Posts Tagged ‘wolves’


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This is what’s left of a Labrador that had a run-in with a pack of wolves. Yes, wolves can be cannibals.

Source for image.                                                                      

I am not anti-wolf.

I do not want them to become extinct.

But if we want wolves to return, we have to understand that the animal that probably has the most to worry about them is the domestic dog.

The relationship between wolves and dogs is complex.

Some wolves want nothing more than to hook up with dogs. (Like Romeo).

Not all wolf packs are bad about killing dogs.  Wolf researcher Douglas Pimlott had a Labrador that he allowed to roam in the forest while he was studying the Algonquin Park packs. The dog actually brought back a pair of wolves when it returned from one its evening rambles.

We have lots of stories of dogs and wolves fraternizing. The dogs of the Plains Indians often hung with wolves that were milling about their camps. And the dogs of Italian shepherds were often wooed away by randy wolf bitches.

But wolves are well-known for killing each other over territory, and because wolves usually don’t waste what they kill, they often eat interlopers.

That’s what can happen when a pack encounters a freely roaming dog in the woods.

The wolves consider it an interloping wolf, and they respond with aggression and then cannibalism.

Wolves are not furry the noble savages that they have been portrayed to be.

They are still wild animals.

They are still a biological entity.

Those of us who want a better future for wolves must portray them as they really are.

Otherwise, we will look like complete idiots when someone loses a dog to them.

Wolves do not live on mice.

And although wolves can consider dogs to be their friends and mates, they can also consider dogs to be interlopers that are better off dead.

The question of wolves will always be complex and controversial.

And the controversy largely stems from how humans present them in their minds.

Some people see wolves as evil incarnate.  They want them all dead.

Others see them as the being entirely benevolent figures.  If you kill one, it is as if you’ve killed a person from an indigenous population.

The truth is neither of these presentations is an accurate portrayal of the creature.

Ecosystems do need wolves.

And wolves have many features that might make us admire them as a species.

They share many traits with us.

They have tightly-knit families like ours.

They cooperate to bring down large game.

But just like us, they do things that are difficult to justify.

And in the case of wolves, they have the advantage of not having to justify their behavior.

Their behavior has helped them survive in so many different environments.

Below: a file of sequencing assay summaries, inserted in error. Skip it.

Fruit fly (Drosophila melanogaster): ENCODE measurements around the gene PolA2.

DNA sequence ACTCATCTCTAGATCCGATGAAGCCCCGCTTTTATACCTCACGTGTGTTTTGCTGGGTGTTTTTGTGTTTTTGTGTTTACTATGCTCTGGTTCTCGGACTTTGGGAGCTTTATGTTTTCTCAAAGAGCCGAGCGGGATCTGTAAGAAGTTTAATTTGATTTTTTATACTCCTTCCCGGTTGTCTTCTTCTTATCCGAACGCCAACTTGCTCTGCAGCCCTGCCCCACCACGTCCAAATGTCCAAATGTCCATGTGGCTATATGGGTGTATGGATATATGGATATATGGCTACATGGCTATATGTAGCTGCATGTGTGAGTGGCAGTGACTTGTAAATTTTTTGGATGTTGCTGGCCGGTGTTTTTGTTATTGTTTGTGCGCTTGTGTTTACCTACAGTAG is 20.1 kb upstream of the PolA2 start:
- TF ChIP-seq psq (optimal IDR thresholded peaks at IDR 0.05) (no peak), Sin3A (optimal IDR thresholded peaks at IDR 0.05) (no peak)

They have been able to colonize four different continents because of their complex behavior.

It’s just been in the past ten thousand years that wolf behavior has conflicted so dramatically with our desires.

And after ten thousand years of conflict, man nearly pushed to wolf into extinction.

Man created mythologies about what threats wolves actually posed to his person and property,

And even though wolves do kill livestock and occasionally do kill people, these mythologies were quite potent.

It has been only since about the 1960’s that wolves underwent an image reversal.

And in this image reversal that whole  new mythologies were created.

In the West, these mythologies saved them.

But in the long term, the mythology probably doesn’t serve the wolves well.

As wolves return, there will be conflicts.

And some of these conflicts will end with scenes like the one depicted above.

Those of us who want wolves to return have to understand these simple facts.

Denying that it can happen is simply being foolish and dogmatic.

And that’s exactly what the anti-wolf extremists are doing.

And they will seize any chance to make the wolf into the demonic avatar once again.

This is the battle of the straw wolves.

Each side has contrived an image of the creature.

Neither is correct.

But each side relies upon destroying the straw wolf that the other has created.

The straw wolf that has been created since the 1960’s is the one that can most easily be destroyed.

All it takes is for someone to lose his dog to a wolf pack for that straw wolf be lit ablaze.

Wolf lovers should not allow this to happen.

We should not be in the business of saving a straw wolf

We should be about saving the real one.

And the real one sometimes does things that are harmful.

We cannot save this straw wolf.

All it takes are the mangle corpses of dogs for that straw wolf to become as fictional as the one from “Little Red Riding Hood.”

The future of the wolf cannot be hitched to this straw wolf’s star.

If it is, the wolf will be the real loser in the long term.

The trouble is how do we talk about wolves honestly and openly without causing lots of conflict between the two camps.